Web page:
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LINCOLN — Nebraska Gov. Dave Heineman has a few widely known habits.
He's big on McDonald's, insists on walking at least 10,000 steps a day to stay fit, and opens nearly every speech with an analysis of Husker football.
He's a sports fanatic who attends NU volleyball and football practice. He even hung out with mega-star Michael Phelps at the Olympic Swim Trials in Omaha this summer.
And if you check out his garb at those events — and many others — you'll see a recurring fashion statement.
This Republican governor in one of the reddest of all states loves red polo shirts.
He has a couple embroidered with the Nebraska “N” and at least one plain red one.
About the only time he doesn't wear a red polo shirt is at an athletic contest for one of the state's non-red schools. He has a Creighton blue polo and has become the fan of another blue team, the Western Nebraska Community College volleyball team in Scottsbluff.
But his favorite color is red. He also has has a red Husker sweatshirt And a red Husker windbreaker that comes in handy when he's viewing natural disasters from helicopters and airplanes. Sometimes he wears it over one of those polo shirts.
“I am a Big Red fan, and I like to wear red,” Heineman said in a prepared statement about his style.
To be sure, in the Big Red state, it's hard for a politician to go wrong wearing red, polo shirt or otherwise.
“If I was governor of Nebraska, I'd wear red, too,” said veteran lobbyist Walt Radcliffe.
Red is a power color favored in politics and business.
When John F. Kennedy drubbed Richard Nixon in a 1960 candidate debate, Kennedy wore a red necktie while Nixon sported a dull brown ensemble.
Tiger Woods regularly dons red for the pivotal final rounds of golf tournaments.
And red and blue are the best colors for television.
“It's smart politics,” political consultant Brian Kirwin of Virginia Beach, Va., said of wearing red.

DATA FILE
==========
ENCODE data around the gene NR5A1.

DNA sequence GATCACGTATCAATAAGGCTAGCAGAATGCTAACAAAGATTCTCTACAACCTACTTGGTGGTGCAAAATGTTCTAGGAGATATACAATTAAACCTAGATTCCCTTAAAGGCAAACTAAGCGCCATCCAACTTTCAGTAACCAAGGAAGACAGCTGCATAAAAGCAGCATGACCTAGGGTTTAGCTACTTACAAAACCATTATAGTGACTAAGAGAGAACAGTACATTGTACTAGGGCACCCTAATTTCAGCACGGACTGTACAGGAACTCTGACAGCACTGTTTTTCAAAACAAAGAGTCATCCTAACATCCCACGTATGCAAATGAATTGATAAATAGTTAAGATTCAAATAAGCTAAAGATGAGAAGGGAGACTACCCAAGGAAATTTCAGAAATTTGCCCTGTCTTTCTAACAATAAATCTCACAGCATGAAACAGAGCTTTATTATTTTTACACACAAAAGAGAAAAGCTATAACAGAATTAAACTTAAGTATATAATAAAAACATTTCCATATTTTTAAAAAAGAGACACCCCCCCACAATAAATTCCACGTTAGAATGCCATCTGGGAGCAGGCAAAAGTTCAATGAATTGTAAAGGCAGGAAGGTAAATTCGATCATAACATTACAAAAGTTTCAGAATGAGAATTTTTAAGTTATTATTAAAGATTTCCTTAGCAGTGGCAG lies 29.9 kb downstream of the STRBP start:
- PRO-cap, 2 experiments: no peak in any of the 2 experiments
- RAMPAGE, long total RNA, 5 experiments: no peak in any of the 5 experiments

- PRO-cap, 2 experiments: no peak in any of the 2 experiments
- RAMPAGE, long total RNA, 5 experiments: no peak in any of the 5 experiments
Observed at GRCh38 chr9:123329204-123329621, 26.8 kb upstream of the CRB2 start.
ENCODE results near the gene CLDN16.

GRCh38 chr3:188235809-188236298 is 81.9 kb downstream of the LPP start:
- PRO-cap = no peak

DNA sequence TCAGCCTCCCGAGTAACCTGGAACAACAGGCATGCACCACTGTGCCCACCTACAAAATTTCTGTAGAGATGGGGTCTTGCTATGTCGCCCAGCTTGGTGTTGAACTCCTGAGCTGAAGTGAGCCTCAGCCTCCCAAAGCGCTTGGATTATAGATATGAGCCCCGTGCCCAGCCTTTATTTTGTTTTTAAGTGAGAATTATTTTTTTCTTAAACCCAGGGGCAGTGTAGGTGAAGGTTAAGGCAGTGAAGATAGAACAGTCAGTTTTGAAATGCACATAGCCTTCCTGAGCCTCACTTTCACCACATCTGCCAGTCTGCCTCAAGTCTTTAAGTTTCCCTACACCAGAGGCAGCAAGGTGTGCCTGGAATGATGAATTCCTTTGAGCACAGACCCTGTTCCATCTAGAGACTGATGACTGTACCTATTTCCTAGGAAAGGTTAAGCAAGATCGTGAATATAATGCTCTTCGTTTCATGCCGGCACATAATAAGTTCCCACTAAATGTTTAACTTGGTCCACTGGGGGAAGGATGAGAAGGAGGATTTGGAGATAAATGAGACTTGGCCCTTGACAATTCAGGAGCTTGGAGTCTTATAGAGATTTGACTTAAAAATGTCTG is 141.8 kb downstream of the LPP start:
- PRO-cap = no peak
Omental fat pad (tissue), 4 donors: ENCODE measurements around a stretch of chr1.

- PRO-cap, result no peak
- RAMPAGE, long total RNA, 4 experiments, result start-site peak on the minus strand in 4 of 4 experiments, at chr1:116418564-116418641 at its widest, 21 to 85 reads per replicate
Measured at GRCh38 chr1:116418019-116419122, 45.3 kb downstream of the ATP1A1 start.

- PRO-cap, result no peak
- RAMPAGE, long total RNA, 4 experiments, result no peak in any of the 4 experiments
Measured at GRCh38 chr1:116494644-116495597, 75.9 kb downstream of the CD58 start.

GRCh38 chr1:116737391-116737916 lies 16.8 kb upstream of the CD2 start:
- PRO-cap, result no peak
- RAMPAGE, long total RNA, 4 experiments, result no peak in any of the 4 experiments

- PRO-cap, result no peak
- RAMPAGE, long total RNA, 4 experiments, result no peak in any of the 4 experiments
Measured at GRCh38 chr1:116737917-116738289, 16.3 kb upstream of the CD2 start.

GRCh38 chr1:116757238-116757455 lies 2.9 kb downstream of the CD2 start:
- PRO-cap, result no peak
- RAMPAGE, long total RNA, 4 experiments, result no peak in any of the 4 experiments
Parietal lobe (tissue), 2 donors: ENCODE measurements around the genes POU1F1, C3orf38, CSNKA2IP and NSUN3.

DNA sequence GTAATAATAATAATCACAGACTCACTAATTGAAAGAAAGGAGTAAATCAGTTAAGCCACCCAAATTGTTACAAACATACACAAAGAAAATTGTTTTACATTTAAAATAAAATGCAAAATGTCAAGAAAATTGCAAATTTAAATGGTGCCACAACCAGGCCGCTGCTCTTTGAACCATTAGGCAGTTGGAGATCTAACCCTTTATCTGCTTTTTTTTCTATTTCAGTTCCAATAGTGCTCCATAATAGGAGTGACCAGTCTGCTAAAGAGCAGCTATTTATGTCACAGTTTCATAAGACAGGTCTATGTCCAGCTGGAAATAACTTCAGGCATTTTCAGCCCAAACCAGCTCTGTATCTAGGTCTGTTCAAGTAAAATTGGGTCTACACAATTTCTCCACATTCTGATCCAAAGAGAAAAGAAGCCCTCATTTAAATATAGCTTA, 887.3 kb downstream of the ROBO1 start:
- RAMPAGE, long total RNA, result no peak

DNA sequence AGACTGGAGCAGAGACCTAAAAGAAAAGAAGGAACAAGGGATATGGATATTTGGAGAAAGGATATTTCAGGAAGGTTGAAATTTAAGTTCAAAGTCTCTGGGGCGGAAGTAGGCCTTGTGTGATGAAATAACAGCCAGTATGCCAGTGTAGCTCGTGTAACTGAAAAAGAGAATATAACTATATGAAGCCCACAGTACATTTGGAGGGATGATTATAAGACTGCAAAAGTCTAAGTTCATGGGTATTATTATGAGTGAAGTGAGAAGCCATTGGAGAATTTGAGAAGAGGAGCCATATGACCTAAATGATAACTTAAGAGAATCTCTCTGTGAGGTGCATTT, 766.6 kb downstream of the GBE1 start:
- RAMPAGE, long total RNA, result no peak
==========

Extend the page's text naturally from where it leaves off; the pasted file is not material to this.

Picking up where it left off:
It's also smart business.
“Chief executives who want to exude leadership and authority frequently wear red ties in strong contrast to colors of a suit,” Kirwin said.
By contrast, he said, Democrats or Republicans interested in reaching out to moderates prefer “softer colors” such as light blue or yellow.
People who know Heineman said his preference for red probably didn't come from a consultant. Most likely, it's a personal choice he usually makes in casual wear at outdoor events. He has red neckties, for instance, but he also has ties in other hues.
A former Army Ranger known for his Energizer bunny-like energy, the 64-year-old governor is more than a casual fan of the Big Red. He provides a pretty complex analysis of the prospects for the football and volleyball teams during the first few minutes of speeches at public appearances before moving on to taxes, economic development and other political topics.
Former Gov. Kay Orr said political consultants and aides offered her advice on what colors to wear. Avoid somber colors like black, for instance.
When she was state treasurer, she said, someone advised her not to wear red.
That's a bad color when it comes to financial matters like overseeing the state's accounts, her adviser explained. Red ink means a deficit.
So Orr began wearing other colors, including a blue dress that became her signature look — “Kay Orr blue,” they called it.
“We still kid about that in the family,” she said.
Other Nebraska governors have their signature look. For Ben Nelson, it was striped neckties. Mike Johanns preferred dark suits and dark ties.
As for Heineman, no one is calling it “Governor Red” yet, but most likely, he'll continue to wear the state's favorite color.
“He lives it. He loves it,” said Jordan McGrain of the Nebraska Republican Party. “He takes every opportunity to let it be known that he's a Husker.”
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Nebraska State Fair, 2010
Gov. Dave Heineman and Michael Phelps at the Olympic Swim Trial at the CenturyLink Center in Omaha. (Photo from Nebraska Governor's Office.)
In this 2010 file photo, the first dog, or puppy, Snickers, belonging to Gov. Dave Heineman and First Lady Sally Ganem, gives the Governor a kiss outside of the mansion in Lincoln.
JEFF BEIERMANN/THE WORLD-HERALD
Gov. Dave Heineman speaks while declaring September Renewable Fuels Month in front of the Commodities Building at the Husker Harvest Days site west of Grand Island.
In this 2011 file photo, Gov. Dave Heineman, left, and Wisconsin Gov. Scott Walker hold a press conference at the University of Wisconsin at Madison, Wisconsin.
MATT MILLER/THE WORLD-HERALD
Deb Fischer, Republican candidate for the U.S. Senate and Gov. Dave Heineman laugh at a joke told during the 5 County GOP BBQ held at the American Legion Hall in Johnson, Neb.
KENT SIEVERS/THE WORLD-HERALD